The personal pronoun it is not attested in apposition to an NP in the pattern SUBJECT NP + PRONOUN. Instead, informants for the present study use the pronoun that, as illustrated by example 7.6 (a), in which the pronoun that follows immediately after an NP, and by example 7.6 (b), in which that is inserted after a relative clause.
The beam, that was wood (Harston AS)
Our water what were get here now = that come all the way from Linton (West Wickham CC)
In Cambridgeshire dialect speech, the pronoun that is frequently used in cases where the pronoun it is used in other dialects and in StE. That is often used anaphorically, as illustrated by examples 7.6 (a-b) and 7.7 (a-b).
I’m done a good bit of sack-carrying behind ’em. [CHUCKLE] That’s all right once you get used to it (Newton JF)
Well, when they draw that (i.e. piece) in that length = to that piece what’s there = that were the length of the turf (Swaffham Prior EW)
That also occurs as a formal subject, as in examples 7.8 (a-c):
That’s no use trying to do the double (Willingham ES)
[They] didn’t use to come back ’fore after tea = to build on them (i.e. houses), ’cause that was hot (Newton JF)
Course this weather, if you soak this weather, (th)at’s  too hot. That’d boil (Burwell GW).
That is also used in the pattern SUBJECT THAT … + NP, as in But that’s been built up a lot = Newton = since I’m been about (Newton JF);  cf. examples 7.3 (a-d).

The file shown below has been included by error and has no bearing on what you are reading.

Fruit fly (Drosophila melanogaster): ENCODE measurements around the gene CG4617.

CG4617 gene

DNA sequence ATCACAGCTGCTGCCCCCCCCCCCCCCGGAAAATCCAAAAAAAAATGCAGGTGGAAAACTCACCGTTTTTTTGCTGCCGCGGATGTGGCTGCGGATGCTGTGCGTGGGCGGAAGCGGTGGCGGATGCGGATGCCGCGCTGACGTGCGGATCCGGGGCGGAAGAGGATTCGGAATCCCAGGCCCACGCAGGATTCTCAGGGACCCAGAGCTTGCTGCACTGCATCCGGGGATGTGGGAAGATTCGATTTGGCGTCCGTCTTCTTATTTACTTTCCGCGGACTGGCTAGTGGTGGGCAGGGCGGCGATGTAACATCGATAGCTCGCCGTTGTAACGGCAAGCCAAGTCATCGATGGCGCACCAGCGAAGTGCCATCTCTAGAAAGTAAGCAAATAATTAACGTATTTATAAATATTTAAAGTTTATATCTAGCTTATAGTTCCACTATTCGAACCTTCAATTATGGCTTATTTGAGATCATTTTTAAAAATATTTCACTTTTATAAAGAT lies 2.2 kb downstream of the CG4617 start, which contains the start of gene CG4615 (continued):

Earlier evidence of the use of that in East Anglia is provided by Wright, who, in his EDG (1923: 75), claims that “in parts of w. Yks. I.Ma. and e.An. that is often used in place of the personal pronoun [it], as in that do or does snow”. The use of that is also attested in the SED material from the 1950s. No evidence is provided from Cambridgeshire, but in Norfolk, Suffolk and Essex, all counties bordering Cambridgeshire, the expression ‘It’s too hot’ occurs in the form that’s too hot (SED V.7.3; You can burn your mouth in eating porridge if it’s too hot). The use of that is also observed by Claxton (1968: 11) in the Suffolk dialect of the 20th century: “‘That’ is used for ‘it’ and frequently duplicated in an emphatic form with ‘an’ all’ added as a make-weight”. Claxton further illustrated the usage with the example Tha’s hully cowd (cold) s’ mornin’, that that is an’ all. 
The patterns described so far deal with personal pronouns in subject function. In object function, the object forms of personal pronouns are generally used. Thus, the object forms me, you, him, her, us and them are used as direct and indirect objects, as illustrated by examples 7.9 (a-b), and in prepositional phrases, as illustrated by example 7.9 (c).